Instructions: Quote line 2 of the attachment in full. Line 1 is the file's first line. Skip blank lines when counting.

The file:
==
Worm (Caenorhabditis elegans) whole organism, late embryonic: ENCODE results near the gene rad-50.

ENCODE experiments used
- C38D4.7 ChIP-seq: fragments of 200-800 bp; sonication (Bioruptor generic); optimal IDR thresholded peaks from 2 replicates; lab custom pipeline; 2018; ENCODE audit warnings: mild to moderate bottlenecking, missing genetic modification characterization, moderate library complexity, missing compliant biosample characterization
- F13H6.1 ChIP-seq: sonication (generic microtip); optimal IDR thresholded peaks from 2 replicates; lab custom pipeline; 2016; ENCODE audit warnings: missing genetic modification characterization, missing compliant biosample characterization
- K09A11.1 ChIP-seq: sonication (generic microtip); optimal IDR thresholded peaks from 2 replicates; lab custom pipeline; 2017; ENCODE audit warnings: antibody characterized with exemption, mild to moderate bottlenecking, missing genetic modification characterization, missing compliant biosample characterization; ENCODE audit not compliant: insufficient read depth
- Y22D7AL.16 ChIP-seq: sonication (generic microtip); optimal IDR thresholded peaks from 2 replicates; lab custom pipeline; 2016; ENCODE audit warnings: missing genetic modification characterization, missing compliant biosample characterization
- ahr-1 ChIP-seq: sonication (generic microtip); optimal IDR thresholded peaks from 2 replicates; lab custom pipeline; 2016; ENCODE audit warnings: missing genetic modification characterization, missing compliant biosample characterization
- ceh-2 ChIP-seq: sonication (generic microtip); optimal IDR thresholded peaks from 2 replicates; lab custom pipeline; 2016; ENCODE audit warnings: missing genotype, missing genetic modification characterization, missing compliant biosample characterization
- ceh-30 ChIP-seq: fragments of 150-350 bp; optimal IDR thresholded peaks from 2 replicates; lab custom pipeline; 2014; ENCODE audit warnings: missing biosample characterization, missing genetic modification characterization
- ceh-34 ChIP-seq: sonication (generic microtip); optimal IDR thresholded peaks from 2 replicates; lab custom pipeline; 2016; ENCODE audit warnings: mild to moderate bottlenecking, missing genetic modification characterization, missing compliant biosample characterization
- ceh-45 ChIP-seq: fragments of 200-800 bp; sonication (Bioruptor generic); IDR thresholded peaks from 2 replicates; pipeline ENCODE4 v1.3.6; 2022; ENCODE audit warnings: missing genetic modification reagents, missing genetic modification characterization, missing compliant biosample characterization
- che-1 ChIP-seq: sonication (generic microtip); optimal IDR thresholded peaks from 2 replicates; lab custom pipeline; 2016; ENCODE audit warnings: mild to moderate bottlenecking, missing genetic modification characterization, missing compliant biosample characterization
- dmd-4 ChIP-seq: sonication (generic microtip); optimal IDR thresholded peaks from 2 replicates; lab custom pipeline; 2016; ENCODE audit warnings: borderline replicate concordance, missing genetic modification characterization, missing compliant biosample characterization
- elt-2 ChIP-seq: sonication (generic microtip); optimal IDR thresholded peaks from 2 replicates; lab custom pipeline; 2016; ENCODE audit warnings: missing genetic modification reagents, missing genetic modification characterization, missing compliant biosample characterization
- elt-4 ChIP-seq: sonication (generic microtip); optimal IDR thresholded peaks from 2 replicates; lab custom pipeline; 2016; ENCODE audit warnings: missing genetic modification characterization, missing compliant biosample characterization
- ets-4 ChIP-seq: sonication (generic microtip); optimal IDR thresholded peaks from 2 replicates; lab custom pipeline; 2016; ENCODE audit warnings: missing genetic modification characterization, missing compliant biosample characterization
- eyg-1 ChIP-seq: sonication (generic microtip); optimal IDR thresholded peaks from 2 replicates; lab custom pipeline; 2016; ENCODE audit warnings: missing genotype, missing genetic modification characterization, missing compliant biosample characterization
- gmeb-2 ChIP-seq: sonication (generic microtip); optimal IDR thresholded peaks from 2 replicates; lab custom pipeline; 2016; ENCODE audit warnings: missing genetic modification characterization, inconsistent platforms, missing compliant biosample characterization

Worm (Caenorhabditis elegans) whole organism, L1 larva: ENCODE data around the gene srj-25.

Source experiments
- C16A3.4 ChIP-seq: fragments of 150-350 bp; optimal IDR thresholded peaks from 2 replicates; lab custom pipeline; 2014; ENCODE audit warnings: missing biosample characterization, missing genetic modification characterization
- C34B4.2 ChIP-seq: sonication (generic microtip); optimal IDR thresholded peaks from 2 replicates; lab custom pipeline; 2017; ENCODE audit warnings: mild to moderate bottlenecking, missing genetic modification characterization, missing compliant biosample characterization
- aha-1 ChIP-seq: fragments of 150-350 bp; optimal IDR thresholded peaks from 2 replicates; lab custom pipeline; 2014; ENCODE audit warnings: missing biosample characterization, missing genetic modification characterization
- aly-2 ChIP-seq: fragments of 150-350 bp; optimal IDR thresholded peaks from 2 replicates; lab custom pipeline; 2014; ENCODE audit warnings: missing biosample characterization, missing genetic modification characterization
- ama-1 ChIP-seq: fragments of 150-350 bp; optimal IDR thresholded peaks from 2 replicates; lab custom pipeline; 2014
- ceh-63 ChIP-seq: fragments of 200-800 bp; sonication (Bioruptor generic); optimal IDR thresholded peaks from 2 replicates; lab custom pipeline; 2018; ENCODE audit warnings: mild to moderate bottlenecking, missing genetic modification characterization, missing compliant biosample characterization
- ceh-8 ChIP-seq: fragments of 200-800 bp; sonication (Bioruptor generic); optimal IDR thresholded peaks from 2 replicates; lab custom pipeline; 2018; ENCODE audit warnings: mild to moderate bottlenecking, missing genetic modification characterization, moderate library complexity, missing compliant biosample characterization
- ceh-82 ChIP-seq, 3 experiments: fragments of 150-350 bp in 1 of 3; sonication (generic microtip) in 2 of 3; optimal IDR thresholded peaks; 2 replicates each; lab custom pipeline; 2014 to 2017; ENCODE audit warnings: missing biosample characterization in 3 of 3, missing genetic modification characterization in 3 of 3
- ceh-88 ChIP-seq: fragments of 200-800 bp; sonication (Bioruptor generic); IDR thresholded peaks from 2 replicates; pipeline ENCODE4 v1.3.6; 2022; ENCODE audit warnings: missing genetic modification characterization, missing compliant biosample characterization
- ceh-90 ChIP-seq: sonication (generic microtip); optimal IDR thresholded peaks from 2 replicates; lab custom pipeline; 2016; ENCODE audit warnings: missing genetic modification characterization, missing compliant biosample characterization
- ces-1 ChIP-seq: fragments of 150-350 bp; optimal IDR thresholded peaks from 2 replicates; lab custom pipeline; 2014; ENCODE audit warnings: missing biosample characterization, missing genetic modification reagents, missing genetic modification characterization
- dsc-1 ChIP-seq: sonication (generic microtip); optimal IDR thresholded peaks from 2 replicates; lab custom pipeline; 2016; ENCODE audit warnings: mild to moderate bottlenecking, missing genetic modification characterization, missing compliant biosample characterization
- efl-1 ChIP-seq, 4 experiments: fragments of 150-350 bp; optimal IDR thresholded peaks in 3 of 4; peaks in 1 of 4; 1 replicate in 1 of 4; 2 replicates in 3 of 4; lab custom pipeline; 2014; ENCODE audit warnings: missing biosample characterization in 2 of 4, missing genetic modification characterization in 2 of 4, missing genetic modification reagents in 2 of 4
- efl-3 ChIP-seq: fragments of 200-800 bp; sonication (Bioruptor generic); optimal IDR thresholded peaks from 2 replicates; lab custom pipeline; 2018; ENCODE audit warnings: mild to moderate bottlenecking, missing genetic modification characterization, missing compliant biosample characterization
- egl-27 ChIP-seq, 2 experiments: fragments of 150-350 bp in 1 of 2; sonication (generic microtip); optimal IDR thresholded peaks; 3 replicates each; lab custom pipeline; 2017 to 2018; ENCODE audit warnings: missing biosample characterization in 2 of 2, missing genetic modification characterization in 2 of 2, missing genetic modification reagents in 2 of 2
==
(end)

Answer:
ENCODE experiments used